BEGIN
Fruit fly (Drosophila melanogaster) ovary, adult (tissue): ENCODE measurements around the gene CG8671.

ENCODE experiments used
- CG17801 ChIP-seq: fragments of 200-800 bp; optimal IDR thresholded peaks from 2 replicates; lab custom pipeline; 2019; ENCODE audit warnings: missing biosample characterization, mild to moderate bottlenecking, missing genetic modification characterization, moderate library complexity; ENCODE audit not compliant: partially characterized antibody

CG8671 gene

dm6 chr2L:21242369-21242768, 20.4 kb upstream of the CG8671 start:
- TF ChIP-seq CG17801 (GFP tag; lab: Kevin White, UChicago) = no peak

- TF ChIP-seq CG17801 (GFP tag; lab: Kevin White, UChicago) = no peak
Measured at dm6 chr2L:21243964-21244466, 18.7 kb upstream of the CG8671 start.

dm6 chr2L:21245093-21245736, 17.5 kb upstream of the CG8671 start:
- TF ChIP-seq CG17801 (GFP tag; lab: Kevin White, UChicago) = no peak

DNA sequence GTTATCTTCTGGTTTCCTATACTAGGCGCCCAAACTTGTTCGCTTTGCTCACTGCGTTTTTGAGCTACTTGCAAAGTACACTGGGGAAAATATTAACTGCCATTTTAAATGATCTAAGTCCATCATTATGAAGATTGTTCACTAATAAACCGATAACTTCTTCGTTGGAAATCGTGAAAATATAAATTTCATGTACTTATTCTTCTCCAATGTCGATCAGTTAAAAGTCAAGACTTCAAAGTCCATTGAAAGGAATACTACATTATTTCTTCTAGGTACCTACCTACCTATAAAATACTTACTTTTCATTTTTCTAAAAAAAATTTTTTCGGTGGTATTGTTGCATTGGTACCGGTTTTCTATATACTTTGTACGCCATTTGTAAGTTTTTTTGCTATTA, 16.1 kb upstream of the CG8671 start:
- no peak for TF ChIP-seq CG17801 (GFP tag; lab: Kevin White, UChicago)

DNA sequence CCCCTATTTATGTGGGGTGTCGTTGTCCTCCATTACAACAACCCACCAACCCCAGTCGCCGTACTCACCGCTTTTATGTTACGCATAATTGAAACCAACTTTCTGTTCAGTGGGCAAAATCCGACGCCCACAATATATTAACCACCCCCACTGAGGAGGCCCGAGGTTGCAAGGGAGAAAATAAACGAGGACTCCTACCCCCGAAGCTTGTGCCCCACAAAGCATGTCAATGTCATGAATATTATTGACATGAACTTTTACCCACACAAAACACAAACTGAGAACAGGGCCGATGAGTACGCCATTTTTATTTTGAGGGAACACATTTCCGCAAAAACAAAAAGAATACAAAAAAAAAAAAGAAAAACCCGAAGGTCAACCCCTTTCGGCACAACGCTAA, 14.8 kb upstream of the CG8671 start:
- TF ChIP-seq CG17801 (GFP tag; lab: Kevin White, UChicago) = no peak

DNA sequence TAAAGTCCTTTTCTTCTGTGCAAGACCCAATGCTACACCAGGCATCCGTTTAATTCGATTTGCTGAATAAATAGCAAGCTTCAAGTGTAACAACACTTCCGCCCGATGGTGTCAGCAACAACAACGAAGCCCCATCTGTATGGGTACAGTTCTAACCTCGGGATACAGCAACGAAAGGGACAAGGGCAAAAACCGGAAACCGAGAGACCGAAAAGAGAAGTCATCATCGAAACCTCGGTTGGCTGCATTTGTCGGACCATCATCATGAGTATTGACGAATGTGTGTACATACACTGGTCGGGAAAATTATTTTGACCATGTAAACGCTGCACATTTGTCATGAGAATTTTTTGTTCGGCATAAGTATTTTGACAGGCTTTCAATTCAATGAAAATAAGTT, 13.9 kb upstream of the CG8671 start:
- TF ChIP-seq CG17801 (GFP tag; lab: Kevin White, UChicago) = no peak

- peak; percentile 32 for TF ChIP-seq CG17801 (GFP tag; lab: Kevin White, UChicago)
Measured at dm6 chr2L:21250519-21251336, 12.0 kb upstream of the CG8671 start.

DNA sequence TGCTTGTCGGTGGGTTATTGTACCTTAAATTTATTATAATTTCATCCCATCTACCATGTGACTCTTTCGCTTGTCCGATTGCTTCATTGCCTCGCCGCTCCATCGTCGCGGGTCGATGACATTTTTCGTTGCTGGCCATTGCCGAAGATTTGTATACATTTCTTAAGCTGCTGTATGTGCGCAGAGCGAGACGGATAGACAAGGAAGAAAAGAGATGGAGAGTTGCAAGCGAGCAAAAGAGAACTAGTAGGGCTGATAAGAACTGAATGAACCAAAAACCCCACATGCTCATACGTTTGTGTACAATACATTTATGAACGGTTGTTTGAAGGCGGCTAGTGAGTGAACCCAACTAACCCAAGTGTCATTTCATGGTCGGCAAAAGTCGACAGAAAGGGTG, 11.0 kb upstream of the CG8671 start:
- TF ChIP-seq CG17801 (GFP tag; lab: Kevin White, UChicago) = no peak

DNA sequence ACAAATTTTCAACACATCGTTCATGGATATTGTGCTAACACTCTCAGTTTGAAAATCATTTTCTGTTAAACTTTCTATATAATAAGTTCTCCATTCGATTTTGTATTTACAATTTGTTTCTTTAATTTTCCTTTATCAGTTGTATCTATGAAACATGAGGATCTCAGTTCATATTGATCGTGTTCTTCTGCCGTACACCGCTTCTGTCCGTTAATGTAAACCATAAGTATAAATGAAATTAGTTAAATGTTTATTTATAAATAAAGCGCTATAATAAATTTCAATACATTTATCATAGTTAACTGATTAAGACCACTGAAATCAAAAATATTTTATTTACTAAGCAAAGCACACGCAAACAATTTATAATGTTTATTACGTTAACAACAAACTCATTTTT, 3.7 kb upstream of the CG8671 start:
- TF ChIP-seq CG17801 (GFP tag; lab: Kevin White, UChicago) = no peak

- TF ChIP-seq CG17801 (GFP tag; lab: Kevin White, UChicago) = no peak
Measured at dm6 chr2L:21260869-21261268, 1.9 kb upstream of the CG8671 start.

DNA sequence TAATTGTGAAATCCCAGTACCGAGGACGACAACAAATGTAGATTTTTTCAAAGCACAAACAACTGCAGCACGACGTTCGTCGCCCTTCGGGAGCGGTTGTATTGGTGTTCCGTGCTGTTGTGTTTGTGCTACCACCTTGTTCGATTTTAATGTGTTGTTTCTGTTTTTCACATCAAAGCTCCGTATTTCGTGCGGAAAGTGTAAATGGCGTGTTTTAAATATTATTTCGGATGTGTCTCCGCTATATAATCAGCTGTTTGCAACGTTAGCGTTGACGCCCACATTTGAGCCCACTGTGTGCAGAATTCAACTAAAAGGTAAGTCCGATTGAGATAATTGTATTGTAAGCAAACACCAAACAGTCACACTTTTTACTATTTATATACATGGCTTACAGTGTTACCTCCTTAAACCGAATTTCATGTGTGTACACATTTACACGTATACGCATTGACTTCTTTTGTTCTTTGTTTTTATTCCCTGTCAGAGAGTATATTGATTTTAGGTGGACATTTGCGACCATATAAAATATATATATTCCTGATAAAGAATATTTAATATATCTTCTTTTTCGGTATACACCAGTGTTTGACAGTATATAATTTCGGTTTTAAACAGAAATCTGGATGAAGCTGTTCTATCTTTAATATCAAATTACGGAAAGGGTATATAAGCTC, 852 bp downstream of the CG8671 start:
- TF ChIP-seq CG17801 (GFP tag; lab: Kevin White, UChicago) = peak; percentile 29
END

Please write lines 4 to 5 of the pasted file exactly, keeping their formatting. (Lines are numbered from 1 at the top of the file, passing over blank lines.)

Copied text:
CG8671 gene

dm6 chr2L:21242369-21242768, 20.4 kb upstream of the CG8671 start: